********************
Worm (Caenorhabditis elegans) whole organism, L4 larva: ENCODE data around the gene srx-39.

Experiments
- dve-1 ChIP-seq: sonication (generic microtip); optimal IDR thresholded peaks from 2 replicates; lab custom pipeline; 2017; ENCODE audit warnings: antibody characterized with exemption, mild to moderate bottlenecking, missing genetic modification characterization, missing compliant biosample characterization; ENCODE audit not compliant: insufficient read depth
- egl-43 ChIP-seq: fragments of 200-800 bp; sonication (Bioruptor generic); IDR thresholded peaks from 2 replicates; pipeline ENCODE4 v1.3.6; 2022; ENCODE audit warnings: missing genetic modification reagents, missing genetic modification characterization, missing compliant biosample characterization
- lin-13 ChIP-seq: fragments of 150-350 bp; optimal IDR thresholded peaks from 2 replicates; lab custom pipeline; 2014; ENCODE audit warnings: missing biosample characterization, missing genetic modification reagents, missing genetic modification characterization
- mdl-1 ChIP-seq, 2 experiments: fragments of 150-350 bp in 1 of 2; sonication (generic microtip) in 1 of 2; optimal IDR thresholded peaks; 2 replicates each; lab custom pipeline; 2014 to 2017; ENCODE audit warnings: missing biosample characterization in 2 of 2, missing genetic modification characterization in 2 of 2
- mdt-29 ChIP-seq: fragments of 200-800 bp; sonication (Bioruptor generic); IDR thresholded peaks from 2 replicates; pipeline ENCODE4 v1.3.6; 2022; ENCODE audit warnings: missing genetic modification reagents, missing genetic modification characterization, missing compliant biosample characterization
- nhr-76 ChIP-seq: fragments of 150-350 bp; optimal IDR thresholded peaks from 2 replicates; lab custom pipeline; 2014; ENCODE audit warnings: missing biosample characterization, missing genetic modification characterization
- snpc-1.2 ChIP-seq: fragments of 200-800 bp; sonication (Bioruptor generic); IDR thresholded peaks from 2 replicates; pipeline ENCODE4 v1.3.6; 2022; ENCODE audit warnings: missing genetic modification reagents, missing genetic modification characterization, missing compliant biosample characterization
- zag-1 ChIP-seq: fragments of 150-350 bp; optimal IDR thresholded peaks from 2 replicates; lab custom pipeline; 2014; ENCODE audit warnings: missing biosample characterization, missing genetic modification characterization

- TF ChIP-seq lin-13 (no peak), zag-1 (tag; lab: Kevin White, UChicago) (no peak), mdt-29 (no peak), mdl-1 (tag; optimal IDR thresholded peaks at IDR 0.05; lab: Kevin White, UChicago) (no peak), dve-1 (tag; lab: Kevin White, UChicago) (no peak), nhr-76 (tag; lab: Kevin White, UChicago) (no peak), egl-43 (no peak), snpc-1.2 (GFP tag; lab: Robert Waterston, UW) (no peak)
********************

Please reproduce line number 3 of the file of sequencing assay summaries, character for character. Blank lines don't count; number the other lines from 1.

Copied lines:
- dve-1 ChIP-seq: sonication (generic microtip); optimal IDR thresholded peaks from 2 replicates; lab custom pipeline; 2017; ENCODE audit warnings: antibody characterized with exemption, mild to moderate bottlenecking, missing genetic modification characterization, missing compliant biosample characterization; ENCODE audit not compliant: insufficient read depth